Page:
Dublin Castle & City Hall: The uprising began at Dublin Castle which was the centre of British Rule in Ireland. The rebellions failed to capture City Hall however they succeeded in occupying City Hall which is situated beside Dublin Castle.
City Hall is open to the public all year round and there is a permanent multi-media exhibition which traces the history of Dublin from 1170 to the present. There is also a new exhibition which tells the story of Dublin’s firefighters during the 1916 Rising. In addition the original copy of the 1916 Proclamation which has been recently preserved will be on display at City Hall from Easter 2016.
The grounds of Dublin Castle are free to explore, as are the Chester Beatty Library and the Revenue Museum which are located within the grounds. Access to the State Apartments and the Chapel Royal are by guided tour only and tickets can be purchased on site.
The Royal Hospital, Kilmainham (The National Museum of Modern Art): The building which now houses the National Museum of Modern Art was at the time of the 1916 Rising, the headquarters of the British Army. Most exhibitions at the museum are free of charge, unless otherwise specified. Other facilities include a café, bookshop and free guided tours of the exhibitions.
Would you like to explore the locations associated with the 1916 uprising yourself? Then get in touch with us today and we can handle all the arrangements!
The Wild Atlantic Way has come out number 1 in a new list of the Top 5 “offbeat coastal road trips” by Lonely Planet, the world’s most successful travel publisher. And who would argue with them?
The Wild Atlantic Way is Ireland’s longest coastal driving route, stretching from the very top of Ireland’s West coast at Malin Head in Donegal to the very bottom at Kinsale in County Cork! In between, the coastal path along Sligo, Mayo, Galway, Clare and Kerry are striking.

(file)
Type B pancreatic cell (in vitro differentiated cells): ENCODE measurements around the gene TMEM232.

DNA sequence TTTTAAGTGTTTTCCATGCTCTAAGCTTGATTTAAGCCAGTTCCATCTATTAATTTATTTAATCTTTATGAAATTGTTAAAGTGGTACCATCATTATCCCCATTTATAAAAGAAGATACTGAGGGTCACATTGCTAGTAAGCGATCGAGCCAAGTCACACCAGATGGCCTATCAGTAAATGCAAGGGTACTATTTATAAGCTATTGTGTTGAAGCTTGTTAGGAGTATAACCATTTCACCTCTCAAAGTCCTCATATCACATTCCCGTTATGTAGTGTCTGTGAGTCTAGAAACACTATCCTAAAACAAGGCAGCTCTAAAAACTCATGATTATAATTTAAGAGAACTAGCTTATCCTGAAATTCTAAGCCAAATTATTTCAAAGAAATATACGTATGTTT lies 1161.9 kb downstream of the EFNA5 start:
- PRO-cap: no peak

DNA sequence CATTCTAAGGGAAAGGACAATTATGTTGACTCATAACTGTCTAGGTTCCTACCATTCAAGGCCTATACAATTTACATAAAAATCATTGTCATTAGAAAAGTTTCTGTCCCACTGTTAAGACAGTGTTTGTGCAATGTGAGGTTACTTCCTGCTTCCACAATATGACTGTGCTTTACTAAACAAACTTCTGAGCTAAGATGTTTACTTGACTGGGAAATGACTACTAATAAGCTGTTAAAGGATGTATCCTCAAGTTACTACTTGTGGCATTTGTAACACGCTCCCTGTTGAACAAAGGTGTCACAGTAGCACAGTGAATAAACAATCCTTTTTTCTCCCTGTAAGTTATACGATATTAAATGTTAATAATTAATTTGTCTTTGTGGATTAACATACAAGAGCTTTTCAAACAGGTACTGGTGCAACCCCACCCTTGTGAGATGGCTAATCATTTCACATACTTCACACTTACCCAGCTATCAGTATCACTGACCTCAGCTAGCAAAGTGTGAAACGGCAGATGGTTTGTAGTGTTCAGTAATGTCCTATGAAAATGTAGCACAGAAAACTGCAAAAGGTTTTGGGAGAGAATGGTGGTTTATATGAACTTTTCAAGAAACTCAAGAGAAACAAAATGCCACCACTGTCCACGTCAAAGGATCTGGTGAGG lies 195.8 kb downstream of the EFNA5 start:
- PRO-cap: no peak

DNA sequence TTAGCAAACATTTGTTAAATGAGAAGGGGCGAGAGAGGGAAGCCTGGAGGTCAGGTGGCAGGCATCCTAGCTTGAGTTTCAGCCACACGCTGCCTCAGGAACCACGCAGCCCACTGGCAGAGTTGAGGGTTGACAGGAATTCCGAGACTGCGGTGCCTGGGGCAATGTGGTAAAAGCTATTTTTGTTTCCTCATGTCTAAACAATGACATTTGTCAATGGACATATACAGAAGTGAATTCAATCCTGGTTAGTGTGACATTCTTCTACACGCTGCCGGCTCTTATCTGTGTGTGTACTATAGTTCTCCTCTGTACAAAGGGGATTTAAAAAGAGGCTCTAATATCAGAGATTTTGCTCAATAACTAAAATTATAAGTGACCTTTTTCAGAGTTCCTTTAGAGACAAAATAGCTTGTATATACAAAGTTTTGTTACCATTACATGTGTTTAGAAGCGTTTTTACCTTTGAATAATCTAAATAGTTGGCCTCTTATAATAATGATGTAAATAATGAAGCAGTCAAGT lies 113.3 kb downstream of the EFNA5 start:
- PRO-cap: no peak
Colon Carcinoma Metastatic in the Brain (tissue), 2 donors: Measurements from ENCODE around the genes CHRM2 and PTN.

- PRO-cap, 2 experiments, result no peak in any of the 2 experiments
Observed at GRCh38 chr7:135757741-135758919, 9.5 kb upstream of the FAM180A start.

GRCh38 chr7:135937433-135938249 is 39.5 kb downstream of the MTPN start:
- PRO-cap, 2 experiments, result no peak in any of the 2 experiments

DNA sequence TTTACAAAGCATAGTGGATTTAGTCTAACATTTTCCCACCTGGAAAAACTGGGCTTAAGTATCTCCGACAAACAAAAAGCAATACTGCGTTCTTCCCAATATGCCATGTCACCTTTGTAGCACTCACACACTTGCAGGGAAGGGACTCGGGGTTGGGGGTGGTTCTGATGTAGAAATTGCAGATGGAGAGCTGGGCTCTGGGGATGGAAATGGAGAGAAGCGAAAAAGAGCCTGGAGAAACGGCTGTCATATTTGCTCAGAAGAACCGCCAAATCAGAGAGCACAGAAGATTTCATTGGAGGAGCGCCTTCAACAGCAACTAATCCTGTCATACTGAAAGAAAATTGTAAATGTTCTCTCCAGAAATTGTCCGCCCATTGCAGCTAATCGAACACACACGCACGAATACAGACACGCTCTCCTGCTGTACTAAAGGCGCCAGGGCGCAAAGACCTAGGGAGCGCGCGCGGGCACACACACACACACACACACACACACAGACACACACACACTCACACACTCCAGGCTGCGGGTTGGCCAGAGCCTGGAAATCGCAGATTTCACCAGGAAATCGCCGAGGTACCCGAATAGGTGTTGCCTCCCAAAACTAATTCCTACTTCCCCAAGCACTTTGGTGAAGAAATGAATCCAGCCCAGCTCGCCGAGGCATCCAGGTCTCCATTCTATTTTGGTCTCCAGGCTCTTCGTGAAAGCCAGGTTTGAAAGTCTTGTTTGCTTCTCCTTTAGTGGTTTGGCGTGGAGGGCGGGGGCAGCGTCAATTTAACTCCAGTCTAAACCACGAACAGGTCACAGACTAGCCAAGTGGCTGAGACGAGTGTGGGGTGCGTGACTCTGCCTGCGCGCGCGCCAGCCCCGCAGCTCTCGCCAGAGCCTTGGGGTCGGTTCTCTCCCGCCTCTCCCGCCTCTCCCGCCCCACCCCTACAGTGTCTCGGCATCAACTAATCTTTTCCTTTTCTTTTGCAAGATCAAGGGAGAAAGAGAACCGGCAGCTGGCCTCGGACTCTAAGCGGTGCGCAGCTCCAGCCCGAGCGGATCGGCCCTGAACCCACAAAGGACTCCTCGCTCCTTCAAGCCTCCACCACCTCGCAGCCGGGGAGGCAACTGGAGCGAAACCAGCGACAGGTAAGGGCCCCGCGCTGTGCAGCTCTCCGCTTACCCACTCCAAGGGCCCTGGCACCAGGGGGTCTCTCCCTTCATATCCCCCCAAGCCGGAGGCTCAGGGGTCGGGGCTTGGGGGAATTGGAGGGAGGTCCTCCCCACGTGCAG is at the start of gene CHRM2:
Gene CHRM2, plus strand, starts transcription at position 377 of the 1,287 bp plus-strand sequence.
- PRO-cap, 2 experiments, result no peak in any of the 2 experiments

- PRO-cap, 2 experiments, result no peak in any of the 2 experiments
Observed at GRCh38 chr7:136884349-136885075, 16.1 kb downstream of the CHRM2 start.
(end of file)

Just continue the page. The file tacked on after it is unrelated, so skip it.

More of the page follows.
Here the sheer power of the ocean has carved a coastline that is jagged, wild, raw and truly beautiful! Along the Wild Atlantic Way you will discover ocean cliffs that are amongst the highest in Europe, beautiful strands and an array of wildlife that thrives from the cool waters of our coastal shores.
Wild Atlantic Way Picture Gallery –
It would be difficult for anyone to do the entire Wild Atlantic Way driving route in one go, so the Irish Tourism Group have designed a series of tours that break the journey up into manageable segments. View our tours here
Would you like to explore the Wild Atlantic Way yourself? Then get in touch with us today and we can handle all the arrangements!
Situated on the Wild Atlantic Way, in the northwest of Ireland, Sligo is perhaps most well-known for its connection with the famous Irish poet and playwright, William Butler Yeats. The town is perfectly situated to explore the surrounding countryside and the region that gave inspiration to many of Yeats’ most famous works. Here are some suggestions for places to visit and things to do while you are in the area –
See Benbulben/Benbulben Forrest Walk
Benbulben, one of Sligo’s and indeed one of Ireland’s most famous mountains can be seen from many different angles and locations around Sligo. Fantastic views of the mountain can be enjoyed in particular from the Benbulben (Gortarowey) Looped Walk. The entire loop is about 4KM and there is a nice track which you can follow through the trees.
Take a Seaweed Bath!
People have been enjoying seaweed baths in Ireland for centuries and Strandhill in Sligo is famous for them! Voya Seaweed Baths is situated on the sea front of Strandhill, right beside its beautiful sandy beach. Although the smell won’t be to everyone’s tastes and it feels a bit slimy, these features are not permanent and the bath will leave your skin feeling wonderful! In addition to the skin benefits, studies have shown that the vitamins and iodine in seaweed helps to improve circulatory complaints and eliminates toxins from the body.
Visit Parke’s Castle
Parke’s Casle is about 20 minutes’ drive from Sligo Town, it’s actually just over the border in County Leitrim. Charmingly located on the shores of Lough Gill, the castle was once the home of Robert Parke and his family. The region was previously ruled by Brian O’Rourke who assumed leadership of his family by assassinating his older brothers. O’Rourke himself was hung, drawn and quartered after he sheltered survivors of the Spanish Armada, upsetting the monarchy in England. The Castle has now been faithfully restored using authentic materials and traditional craftsmanship and tours of property will give you an insight into what life was like in Ireland at the time.